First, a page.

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Genres
Biography & Autobiography / Adventurers & Explorers
Travel / Australia & Oceania
Travel / Special Interest / Adventure
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Content Protection
This content is DRM protected.
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Read Aloud
Available on Android devices
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Eligible for Family Library

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After many thousands of years, the nomads are disappearing, swept away by modernity. Robyn Davidson has spent a good part of her life with nomadic cultures - in Australia, north-west India, Tibet and the Indian Himalayas - and she herself calls three countries home. In the last Quarterly Essay for 2006, she draws on her unique experience to delineate a vanishing way of life.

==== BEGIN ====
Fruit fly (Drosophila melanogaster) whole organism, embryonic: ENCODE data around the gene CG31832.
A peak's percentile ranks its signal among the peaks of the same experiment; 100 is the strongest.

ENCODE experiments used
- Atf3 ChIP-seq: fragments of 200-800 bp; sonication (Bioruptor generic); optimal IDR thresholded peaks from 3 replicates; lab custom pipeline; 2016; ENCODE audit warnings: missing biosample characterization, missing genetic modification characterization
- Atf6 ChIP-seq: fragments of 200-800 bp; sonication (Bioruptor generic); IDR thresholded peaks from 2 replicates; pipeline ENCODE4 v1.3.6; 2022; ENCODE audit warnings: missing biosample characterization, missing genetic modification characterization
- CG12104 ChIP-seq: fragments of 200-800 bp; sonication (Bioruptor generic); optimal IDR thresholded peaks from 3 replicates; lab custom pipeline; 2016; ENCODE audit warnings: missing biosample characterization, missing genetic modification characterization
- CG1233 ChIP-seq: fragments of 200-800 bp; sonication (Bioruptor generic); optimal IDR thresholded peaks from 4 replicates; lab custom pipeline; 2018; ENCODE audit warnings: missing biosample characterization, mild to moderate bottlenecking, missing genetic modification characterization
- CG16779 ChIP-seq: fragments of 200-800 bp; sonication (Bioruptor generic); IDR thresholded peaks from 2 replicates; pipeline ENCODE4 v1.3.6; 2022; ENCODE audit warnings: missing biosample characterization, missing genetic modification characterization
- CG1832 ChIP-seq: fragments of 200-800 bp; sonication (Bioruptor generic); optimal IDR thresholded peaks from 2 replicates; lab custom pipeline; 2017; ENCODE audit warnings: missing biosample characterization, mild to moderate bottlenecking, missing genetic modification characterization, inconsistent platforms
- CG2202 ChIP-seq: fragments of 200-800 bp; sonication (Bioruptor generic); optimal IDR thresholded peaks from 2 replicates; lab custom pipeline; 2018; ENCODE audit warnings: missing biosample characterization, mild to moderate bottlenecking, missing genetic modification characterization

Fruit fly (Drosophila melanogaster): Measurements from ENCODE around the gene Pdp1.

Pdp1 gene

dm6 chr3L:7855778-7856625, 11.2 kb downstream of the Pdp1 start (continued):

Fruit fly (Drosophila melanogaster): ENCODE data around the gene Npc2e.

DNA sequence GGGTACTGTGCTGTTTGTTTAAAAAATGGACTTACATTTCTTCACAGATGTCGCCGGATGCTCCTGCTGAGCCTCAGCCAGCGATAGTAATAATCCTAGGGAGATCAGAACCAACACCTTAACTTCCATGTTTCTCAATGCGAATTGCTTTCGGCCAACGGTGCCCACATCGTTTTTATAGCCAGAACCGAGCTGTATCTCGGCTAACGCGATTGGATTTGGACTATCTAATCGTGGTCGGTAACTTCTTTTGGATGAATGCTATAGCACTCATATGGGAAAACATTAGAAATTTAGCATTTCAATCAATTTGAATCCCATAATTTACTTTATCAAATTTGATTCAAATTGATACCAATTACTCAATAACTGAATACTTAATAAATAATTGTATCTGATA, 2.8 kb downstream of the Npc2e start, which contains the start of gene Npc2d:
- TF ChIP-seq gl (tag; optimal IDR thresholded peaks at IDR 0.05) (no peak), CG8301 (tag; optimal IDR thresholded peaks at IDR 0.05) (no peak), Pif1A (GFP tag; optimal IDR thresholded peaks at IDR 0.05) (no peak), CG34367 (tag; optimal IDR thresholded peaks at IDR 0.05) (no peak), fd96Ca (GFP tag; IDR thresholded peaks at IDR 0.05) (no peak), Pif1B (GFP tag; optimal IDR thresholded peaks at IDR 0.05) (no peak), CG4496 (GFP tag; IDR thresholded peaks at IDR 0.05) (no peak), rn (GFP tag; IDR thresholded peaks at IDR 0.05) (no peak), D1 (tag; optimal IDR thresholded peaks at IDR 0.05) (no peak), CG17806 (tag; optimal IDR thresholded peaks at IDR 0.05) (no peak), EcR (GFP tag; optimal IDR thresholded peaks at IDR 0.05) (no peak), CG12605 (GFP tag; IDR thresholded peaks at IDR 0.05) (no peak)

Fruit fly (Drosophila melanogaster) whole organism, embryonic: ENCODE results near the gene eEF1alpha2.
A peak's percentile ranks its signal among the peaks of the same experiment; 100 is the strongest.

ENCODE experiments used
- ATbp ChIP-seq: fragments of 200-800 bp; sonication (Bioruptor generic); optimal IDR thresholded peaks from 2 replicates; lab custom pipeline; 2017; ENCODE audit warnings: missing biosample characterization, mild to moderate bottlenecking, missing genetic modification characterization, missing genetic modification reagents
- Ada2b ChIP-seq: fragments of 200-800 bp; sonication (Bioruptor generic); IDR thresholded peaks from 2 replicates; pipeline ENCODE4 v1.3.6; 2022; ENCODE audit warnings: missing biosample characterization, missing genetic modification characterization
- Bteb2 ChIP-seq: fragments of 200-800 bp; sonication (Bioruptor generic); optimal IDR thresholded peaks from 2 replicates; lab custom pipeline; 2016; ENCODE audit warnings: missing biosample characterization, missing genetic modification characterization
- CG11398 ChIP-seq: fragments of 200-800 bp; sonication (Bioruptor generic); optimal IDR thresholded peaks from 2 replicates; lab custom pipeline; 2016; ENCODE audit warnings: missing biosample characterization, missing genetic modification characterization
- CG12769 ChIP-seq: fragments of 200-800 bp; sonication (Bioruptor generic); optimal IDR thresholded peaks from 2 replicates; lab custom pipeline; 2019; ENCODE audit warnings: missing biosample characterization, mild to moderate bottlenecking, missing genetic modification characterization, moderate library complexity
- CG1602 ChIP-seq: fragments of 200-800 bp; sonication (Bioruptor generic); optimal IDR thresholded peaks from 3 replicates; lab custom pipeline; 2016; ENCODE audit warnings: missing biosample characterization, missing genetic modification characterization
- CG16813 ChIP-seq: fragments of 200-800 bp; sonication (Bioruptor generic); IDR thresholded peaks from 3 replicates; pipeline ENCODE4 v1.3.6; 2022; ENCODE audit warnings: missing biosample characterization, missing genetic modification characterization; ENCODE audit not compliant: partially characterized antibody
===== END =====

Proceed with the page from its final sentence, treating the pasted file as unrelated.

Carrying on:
In a time of environmental peril, Davidson argues that the nomadic way with nature offers valuable lessons. Cosmologies such as the Aboriginal Dreaming encode irreplaceable knowledge of the natural world, and nomadic cultures emphasise qualities of tolerance, adaptability and human interconnectedness. She also explores a notable paradox: that even as classical nomadism is disappearing, hypermobility has become the hallmark of modern life. For the privileged, there is an almost unrestricted freedom of movement and an ever-growing culture of transience and virtuality. No Fixed Address is a fascinating and moving essay, part lament, part evocation and part exhilarating speculative journey.